One of the issues with simply scanning the source code, is that the source code being reviewed or delivered may be out of sync with the binary on the hardware. The QA team, whose job is to make sure that the final software loaded onto the device does not contain any known issues, may be misled if they base their opinion by looking at just the source code supplied to them by the development team. The source code they are reviewing may be a different version than the actual code that the binary on the hardware is derived from. The chance of source code and binary code mismatches increases when the binary is sourced from a third party. To avoid this kind of problem, it is always better to check the final product that will be delivered and used by the end user. Namely, the binary code.

Another reason why binary scanning may be a better alternative than source code scanning is that sometimes, source code contains misleading information. One common developer habit is to leave older versions of code in the same source code file – by “commenting it out” – in case they may have to revert to it. Putting the old code in the commentary means it will be ignored by the compiler and therefore will not get included in the final binary code. However, source code scanners do not recognize this developer trick and erroneously report that the code contains multiple versions of a component. Since the old versions of the code are absent in the binary, binary scanners do not report these false positives.

We have focused the Insignary Clarity and TruthIsIntheBinary solutions to address the code that is shipped and used by OEMs and final customers – the binary. This eliminates code composition confusion, avoids false positives and uncovers the known security vulnerabilities.

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Q: What makes Insignary a good choice?

A: Of the several binary code scanners, we believe our advantage is two-fold. First, Insignary Clarity has greater coverage than any other scanning tools in terms of identifying correct Open Source components and versions that are present in the binary. Insignary has created a fingerprint database from more than 40,000 open source projects, whereas, our closest competition covers several thousand projects.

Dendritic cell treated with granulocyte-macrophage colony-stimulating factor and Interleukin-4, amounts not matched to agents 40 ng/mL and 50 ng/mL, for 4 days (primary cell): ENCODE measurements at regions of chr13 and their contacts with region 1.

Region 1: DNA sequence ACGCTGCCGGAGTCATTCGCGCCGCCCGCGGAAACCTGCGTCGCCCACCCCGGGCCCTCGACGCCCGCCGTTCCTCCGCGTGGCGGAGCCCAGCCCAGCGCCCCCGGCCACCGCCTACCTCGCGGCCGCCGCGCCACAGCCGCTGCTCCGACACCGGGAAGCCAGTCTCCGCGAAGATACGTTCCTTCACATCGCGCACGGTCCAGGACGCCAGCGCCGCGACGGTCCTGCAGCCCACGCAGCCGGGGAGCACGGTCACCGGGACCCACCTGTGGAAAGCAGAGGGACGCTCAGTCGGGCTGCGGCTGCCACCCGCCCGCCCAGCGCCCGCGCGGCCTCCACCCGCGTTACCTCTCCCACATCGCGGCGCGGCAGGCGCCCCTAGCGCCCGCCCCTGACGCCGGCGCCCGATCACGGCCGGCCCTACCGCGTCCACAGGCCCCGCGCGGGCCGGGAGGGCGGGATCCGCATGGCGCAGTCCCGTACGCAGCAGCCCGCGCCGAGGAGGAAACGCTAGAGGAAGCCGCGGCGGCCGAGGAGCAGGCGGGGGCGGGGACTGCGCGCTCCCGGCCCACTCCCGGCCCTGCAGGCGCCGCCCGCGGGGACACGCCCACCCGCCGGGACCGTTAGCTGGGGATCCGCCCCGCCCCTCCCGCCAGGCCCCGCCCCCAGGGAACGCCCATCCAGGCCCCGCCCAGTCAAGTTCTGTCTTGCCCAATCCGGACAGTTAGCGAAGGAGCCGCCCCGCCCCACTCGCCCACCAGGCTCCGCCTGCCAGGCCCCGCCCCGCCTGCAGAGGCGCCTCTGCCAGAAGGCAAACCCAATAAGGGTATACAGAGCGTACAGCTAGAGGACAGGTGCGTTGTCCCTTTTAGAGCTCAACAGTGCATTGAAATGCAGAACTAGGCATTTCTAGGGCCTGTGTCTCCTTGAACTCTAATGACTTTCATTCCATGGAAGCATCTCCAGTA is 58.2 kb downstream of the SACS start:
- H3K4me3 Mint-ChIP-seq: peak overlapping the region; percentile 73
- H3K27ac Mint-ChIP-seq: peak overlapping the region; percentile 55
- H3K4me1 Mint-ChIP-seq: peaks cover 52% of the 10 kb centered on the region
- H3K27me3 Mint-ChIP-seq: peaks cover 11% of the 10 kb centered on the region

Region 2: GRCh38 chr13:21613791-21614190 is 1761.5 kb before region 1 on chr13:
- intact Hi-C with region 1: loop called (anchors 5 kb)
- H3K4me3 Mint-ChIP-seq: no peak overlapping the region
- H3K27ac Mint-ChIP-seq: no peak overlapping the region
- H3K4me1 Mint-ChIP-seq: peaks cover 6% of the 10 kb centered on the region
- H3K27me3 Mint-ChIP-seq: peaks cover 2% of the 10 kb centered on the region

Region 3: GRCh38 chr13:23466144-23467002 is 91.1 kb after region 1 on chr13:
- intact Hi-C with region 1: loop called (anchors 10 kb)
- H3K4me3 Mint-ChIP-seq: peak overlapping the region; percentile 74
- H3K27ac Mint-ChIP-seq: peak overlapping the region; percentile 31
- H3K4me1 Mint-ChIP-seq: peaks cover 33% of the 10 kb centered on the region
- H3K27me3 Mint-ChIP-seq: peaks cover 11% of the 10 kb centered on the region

Second, Clarity’s identifier-based fingerprinting and fuzzy matching, allow us to identify components even when snippets of an open source component are used, or the OSS component is modified to produce the binary, whereas checksum or hash based binary scanners cannot.

There is so much commercial software out there built on top of open source components that have known security vulnerabilities. Insignary has checked the firmware of popular IoT hardware, and a significant number of them have high severity security issues. Awareness is imperative, especially because there are tools like Clarity to help counter these issues.

Q: What are your plans for the next six months?

A: We have had a very busy first half of 2017. In the second half, we will continue to enhance the Insignary Clarity and TruthIsIntheBinary capabilities – making the services more powerful for developers and OEMs. We view 2018, as a critical year for IoT development and adoption. Should the number of IoT-based security incidents continue to grow due to a lack of addressing known security vulnerabilities, we believe it will hamper IoT growth. That means we need to continue our education of the developer community now, as they build out software for next year.